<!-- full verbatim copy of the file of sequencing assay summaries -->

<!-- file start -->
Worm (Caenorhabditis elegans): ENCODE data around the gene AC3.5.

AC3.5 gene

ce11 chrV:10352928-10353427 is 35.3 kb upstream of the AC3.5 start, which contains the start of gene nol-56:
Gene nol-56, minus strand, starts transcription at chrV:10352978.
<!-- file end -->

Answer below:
Worm (Caenorhabditis elegans): ENCODE data around the gene AC3.5.

AC3.5 gene

ce11 chrV:10352928-10353427 is 35.3 kb upstream of the AC3.5 start, which contains the start of gene nol-56:
Gene nol-56, minus strand, starts transcription at chrV:10352978.